Since most of the Java code I wrote in the past was on Android I was not able to enjoy too many Java 8 features yet. Though recently I wrote a microservice in Java using Spring Boot where I could make full use of lambdas and functional interfaces. The following method, for instance, returns the sum of all transactions for a specified instance by traversing their children.
As someone who learned Haskell in his freshman year I cannot but love the simplicity. Also, because it is a very common way to express this statement in Ruby. The code above the return statement could not be more imperative and I was wondering whether there is a way to express this in a functional way, too. In Ruby we could possible implement it like this:
Here summation and iteration are combined. An obvious drawback is that the lambda here is limited to the stack size. Alternatively, we could use the
inject on the transaction instance:
This, however, would only work if we implement the
Enumerable interface in Ruby by defining
Back to Java. Can we achieve something similar? Another Java 8 addition is the
An object for traversing and partitioning elements of a source. The source of elements covered by a Spliterator could be, for example, an array, a Collection, an IO channel, or a generator function.
The splittable iterator is especially handy when you want to split off parts of the collections for instance to utilize parallel processing. The necessary method in this case is the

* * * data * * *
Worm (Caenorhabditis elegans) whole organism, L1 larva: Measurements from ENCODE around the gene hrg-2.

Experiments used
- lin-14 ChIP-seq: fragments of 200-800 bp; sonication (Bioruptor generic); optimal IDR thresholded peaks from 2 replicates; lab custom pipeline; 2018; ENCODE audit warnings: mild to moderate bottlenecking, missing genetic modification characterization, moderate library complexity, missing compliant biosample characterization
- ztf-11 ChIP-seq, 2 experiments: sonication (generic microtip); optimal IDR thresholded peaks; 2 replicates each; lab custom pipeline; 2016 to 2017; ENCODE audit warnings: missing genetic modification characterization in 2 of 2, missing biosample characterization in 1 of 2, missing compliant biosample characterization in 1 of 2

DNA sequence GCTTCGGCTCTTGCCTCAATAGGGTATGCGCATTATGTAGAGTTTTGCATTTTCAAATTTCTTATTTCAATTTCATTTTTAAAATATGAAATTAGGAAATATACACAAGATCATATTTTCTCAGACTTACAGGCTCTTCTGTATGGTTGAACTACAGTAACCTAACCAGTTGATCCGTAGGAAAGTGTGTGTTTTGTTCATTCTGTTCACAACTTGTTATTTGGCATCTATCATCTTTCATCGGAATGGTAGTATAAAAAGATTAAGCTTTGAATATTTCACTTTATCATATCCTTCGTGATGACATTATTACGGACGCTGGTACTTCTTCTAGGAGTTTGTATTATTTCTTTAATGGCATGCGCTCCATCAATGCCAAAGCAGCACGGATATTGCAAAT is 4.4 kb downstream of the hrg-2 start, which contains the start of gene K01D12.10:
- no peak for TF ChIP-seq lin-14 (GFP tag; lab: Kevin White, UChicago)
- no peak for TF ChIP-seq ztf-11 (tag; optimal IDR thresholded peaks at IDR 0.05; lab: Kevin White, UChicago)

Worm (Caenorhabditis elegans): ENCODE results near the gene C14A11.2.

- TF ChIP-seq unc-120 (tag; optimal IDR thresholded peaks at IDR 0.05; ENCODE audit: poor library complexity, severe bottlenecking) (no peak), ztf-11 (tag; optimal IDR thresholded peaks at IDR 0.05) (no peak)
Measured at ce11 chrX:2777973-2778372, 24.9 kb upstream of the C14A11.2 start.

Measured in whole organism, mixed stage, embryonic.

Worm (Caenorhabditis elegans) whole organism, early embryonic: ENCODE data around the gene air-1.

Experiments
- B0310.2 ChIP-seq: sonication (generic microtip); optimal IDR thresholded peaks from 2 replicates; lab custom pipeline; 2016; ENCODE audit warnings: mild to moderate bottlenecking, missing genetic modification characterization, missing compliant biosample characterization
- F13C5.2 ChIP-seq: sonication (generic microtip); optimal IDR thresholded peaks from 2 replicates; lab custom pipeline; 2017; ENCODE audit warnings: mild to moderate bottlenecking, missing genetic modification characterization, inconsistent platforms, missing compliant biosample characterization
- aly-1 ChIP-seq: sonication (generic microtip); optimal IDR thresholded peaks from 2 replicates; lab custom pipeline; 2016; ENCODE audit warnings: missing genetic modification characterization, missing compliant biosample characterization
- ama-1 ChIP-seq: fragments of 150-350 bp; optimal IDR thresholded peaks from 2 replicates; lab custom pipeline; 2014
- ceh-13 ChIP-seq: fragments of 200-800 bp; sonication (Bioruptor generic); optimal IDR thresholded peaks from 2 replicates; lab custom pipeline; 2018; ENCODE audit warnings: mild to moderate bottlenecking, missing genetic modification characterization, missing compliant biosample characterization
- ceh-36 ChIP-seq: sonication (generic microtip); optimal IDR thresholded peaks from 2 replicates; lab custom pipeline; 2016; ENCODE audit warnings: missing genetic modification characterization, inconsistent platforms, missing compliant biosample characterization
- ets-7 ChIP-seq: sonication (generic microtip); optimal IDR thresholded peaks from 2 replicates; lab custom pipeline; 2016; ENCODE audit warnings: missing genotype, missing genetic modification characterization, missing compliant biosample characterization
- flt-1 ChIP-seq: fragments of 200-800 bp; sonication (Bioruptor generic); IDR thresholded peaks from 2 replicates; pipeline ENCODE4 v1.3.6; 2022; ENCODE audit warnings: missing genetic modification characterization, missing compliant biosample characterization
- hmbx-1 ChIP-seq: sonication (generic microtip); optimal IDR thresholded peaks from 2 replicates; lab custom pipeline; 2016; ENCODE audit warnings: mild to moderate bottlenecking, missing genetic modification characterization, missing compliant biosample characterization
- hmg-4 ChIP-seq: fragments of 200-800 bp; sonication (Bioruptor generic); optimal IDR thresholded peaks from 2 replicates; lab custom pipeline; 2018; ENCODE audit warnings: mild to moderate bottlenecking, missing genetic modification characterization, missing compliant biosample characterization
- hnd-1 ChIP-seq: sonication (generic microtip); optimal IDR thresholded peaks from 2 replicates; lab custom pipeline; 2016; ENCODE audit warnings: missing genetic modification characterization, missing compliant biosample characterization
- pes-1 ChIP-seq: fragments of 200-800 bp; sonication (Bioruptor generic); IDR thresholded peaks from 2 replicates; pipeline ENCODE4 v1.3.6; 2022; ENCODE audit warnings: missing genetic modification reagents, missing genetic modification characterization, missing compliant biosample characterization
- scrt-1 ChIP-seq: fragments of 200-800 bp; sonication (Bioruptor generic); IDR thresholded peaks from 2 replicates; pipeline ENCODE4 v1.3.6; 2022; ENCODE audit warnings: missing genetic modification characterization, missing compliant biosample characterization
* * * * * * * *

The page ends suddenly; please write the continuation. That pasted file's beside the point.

Finally, we can reduce the REST service method to the following three lines of code:
Personally, I find this very satisfying – delegating behavior through abstraction provided by interface resulting in less lines of code. I always believed less lines of code is not only a representation of syntactic sugar but rather an expressive simplicity. Fewer lines of code results in code which is less prone to error.
The remaining question though, is this too much magic? I would describe them as party tricks. They are fun to know and play around with but does it really solve the problem in a more sustainable manner? Will your co-workers understand the code? Does it reduce the underlying complexity? Consistency should be the answer. Make it a known paradigm and introduce it to the whole code base. Otherwise, if it is a one-off just to show off your proficiency, drop it.